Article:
Tribunal supports CUPE's pay equity complaints
SASKATOON – The Saskatchewan Human Rights Tribunal has sided with a group of CUPE university clerical workers and ordered the human rights commission to investigate pay equity complaints.
In nine separate rulings issued in July, the tribunal overruled the commission’s decision last year to dismiss a large number of pay equity complaints from CUPE members employed in clerical jobs at the University of Saskatchewan.
“The significance of the tribunal’s rulings cannot be overstated,” said Aina Kagis, chair of the province’s pay equity coalition and a CUPE staff representative in Regina. “Pay discrimination continues to be the workday reality for many Saskatchewan women, and the human rights route is often the only avenue they have to address it.”
Since Saskatchewan is one of the few remaining provinces without pay equity legislation, hundreds of workers have filed wage discrimination complaints under the code over the last decade.
But last year, Chief Commissioner Donna Scott dismissed more than 100 complaints filed by CUPE members employed in group homes and at the university, stating the human rights code contained no provision to evaluate widely different jobs.
Ten university clerical workers and 39 group home workers appealed that decision to the Human Rights Tribunal.
In her July rulings on the appeals filed by the university workers, tribunal chair Karen Prisciak rejected the chief commissioner’s arguments and ordered hearings into nine of the complaints, stating the code required a “more expansive interpretation.”
“Human rights legislation has the status of ‘fundamental law’ and must be interpreted liberally to fulfill its objectives,” she wrote.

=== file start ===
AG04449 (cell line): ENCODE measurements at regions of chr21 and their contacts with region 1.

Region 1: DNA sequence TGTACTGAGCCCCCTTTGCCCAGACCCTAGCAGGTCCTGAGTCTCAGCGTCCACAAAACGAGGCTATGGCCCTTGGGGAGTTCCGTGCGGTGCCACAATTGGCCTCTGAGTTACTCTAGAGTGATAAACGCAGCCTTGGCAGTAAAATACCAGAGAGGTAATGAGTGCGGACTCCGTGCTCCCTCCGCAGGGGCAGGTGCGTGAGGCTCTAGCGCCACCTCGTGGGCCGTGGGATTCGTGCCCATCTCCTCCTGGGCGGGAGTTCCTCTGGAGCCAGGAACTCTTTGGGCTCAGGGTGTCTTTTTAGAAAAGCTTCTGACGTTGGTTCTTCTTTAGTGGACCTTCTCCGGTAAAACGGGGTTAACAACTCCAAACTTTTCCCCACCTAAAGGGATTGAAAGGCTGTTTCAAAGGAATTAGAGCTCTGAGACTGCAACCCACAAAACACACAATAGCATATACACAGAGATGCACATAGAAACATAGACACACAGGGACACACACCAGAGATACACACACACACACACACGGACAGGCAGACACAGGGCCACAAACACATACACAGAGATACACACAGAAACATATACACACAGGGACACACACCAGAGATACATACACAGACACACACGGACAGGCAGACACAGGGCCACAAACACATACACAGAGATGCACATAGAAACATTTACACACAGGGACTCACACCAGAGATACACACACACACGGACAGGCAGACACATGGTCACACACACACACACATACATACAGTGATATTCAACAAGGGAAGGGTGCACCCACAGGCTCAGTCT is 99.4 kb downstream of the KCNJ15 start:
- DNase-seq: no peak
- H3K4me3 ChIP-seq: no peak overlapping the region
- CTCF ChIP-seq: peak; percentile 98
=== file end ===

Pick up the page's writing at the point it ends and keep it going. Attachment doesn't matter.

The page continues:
Most of the clerical workers affected by the rulings have decided not to pursue their complaints because their recent collective agreement addressed some of their pay equity concerns.
The 39 CUPE group home workers are waiting for the tribunal’s decisions on their appeals.
CUPE Saskatchewan president Tom Graham says women should not have to file individual complaints and wait years to achieve pay equity. “This is a basic human right,” he said. “We need government action on this issue.”
Although CUPE represents more women than any other union in the province, the majority of the union’s 25,000 members working in Saskatchewan schools, libraries, municipalities and community-based agencies are not covered by the government’s pay equity policy.
“Not one workplace has been added to the government’s pay equity policy under Premier Calvert’s leadership,” Graham added.
For the past 10 years, both CUPE and the Saskatchewan Human Rights Commission have been calling on the provincial government to implement pay equity legislation and establish a separate pay equity commission.
Graham says the tribunal’s rulings underscore the need for this legislation.